– Significant subplot #1: All sorts of symbolism going on in the story of Brooke Putner (affecting guest star Hayley McFarland), the daughter of a woman killed in the same “accident” that took John Teller’s life. She randomly pops up after 18 years to exercise her anger at SAMCRO. Like the father who mowed down a Byz Lat member last week, the club keeps running into “regular” people whose lives are changed for the worse by their actions. Jax feels a kinship with the girl and convinces Elliott Oswald (Patrick St. Esprit) to help Brooke’s father keep his job and their house. The final conversation between Jax and Brooke in the ice cream shop plays like a true moment of grace. And, maybe most significantly of all, it’s strongly hinted that the mysterious homeless woman (Olivia Burnette) who has been popping up at significant moments ever since Season 1, just might be Brooke’s mother. (Jax recognizes her photo when he visits Brooke’s father and the woman is seen rummaging through a trash bin as Brooke walks by in the closing montage.) If that’s the case, is she actually alive? Or are we going to have an actual supernatural character on this show before it’s all over?
– Significant subplot #2: Clay provided the gross out moment of the week when he went all Hannibal Lecter on the guard’s nose. Apparently that’s the only way he could secure the cell phone to make the necessary phone calls to SAMCRO’s gun clients. As goofy as it was, it still kind of worked with the melancholy tone. Clay himself is so miserable lately, as evidenced by the resignation he had when the corrupt doctor let the guards into his room to give Clay a beating, that he seems as broken as everyone else.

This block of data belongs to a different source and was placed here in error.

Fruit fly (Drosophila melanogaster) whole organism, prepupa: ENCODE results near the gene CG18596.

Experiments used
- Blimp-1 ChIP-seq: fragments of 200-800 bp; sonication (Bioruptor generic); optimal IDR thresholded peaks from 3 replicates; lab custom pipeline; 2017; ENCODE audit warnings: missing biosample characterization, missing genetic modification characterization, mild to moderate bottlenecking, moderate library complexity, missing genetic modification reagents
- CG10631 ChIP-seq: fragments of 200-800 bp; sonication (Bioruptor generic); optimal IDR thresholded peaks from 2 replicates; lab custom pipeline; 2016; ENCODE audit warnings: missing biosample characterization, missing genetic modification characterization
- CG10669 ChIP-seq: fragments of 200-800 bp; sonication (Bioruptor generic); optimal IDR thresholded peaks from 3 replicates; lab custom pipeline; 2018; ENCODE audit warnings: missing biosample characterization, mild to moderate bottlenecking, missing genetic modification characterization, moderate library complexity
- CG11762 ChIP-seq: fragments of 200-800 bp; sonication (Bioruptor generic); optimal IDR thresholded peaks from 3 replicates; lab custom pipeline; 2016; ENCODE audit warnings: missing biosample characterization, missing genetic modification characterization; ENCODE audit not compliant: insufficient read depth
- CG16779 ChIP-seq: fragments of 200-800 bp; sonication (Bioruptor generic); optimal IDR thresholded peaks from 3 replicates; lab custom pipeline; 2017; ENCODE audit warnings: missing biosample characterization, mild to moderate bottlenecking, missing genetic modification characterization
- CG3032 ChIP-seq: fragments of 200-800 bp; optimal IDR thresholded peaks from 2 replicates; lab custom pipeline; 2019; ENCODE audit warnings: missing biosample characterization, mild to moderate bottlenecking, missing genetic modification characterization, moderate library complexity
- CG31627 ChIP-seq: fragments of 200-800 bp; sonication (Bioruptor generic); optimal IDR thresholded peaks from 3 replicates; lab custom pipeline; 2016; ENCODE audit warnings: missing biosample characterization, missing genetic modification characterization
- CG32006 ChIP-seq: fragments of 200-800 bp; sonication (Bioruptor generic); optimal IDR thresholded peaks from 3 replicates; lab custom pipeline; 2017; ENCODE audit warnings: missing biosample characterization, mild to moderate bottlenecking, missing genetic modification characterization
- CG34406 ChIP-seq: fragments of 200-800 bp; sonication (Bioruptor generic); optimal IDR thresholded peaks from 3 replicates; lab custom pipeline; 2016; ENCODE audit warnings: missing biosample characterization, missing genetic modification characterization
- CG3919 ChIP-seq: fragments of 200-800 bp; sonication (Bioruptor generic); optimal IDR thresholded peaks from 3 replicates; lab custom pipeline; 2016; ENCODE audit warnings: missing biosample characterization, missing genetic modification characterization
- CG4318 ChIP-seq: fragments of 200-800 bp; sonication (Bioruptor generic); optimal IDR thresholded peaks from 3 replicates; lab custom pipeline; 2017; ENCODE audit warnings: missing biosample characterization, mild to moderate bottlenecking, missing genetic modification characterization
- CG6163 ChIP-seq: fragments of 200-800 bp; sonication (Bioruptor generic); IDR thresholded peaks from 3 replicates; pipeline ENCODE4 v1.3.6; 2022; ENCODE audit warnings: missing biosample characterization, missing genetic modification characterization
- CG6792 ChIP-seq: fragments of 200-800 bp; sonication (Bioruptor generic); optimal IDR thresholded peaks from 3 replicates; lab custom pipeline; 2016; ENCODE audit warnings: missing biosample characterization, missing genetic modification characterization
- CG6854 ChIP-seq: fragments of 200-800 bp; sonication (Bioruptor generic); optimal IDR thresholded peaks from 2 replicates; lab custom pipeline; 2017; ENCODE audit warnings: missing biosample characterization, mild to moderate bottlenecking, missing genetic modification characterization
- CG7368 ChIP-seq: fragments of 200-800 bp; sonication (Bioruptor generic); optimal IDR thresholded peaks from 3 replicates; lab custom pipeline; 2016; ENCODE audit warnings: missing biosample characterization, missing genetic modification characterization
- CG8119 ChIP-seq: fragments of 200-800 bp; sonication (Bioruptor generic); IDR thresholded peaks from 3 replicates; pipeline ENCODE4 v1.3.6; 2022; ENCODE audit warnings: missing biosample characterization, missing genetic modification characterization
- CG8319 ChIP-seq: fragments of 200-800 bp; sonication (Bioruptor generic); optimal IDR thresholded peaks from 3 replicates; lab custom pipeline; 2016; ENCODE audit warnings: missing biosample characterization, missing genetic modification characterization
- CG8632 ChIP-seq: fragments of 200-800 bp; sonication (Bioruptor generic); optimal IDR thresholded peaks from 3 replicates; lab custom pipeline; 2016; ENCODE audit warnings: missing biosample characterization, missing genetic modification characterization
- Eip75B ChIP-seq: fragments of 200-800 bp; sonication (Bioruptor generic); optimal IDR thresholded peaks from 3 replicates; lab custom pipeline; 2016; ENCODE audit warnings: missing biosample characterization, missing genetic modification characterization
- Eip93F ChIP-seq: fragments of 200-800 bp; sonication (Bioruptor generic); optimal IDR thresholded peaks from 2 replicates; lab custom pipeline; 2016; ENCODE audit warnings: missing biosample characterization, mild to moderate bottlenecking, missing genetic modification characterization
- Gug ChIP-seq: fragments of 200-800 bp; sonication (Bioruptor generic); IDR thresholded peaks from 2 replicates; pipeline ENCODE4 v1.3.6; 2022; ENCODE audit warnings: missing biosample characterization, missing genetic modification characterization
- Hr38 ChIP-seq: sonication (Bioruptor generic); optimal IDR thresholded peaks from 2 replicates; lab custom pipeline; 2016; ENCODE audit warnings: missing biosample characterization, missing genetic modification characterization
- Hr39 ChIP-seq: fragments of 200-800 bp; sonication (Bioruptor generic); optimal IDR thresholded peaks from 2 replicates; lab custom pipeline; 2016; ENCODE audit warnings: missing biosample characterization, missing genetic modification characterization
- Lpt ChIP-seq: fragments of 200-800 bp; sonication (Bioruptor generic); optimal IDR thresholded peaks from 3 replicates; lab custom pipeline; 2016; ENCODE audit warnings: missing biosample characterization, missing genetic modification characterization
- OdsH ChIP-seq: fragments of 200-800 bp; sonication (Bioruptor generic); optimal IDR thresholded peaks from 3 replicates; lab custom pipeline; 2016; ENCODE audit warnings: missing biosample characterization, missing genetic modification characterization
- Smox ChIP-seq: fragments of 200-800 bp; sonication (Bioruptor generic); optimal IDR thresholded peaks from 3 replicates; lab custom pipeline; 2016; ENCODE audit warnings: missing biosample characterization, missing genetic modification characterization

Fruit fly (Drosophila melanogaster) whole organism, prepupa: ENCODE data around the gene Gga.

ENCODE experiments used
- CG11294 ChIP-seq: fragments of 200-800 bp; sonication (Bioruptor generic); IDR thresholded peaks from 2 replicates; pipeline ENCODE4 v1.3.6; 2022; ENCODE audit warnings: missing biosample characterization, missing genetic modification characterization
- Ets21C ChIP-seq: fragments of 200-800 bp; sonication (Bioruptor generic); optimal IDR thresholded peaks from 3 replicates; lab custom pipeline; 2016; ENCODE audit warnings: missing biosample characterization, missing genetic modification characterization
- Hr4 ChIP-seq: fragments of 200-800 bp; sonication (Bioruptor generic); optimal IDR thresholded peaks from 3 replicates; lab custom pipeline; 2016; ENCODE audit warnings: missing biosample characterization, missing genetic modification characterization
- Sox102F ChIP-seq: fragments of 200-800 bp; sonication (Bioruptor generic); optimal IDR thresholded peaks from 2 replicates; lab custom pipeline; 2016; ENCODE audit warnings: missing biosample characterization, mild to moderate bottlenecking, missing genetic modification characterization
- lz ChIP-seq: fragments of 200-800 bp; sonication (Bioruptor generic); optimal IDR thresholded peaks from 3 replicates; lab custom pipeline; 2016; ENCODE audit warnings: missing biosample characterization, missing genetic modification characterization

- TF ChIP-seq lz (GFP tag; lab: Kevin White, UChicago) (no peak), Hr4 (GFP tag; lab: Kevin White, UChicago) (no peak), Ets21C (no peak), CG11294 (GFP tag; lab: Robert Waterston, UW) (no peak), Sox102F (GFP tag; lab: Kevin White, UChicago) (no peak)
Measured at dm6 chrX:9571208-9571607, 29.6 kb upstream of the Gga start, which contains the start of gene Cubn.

– Significant subplot #3: Jax made his big play with Patterson, vowing to give her Galen O’Shay if she’ll grant the club immunity on guns past and present. (Because this was prior to his fight with Nero and conversation with Lowen, he also asked Patterson to reconsider the case against Tara.) However, if Jax’s deal falls through (and it seems probable it will for one reason or another), Patterson has her own vow: She’ll make the club’s life miserable and guarantee Tara gets locked up for years to come.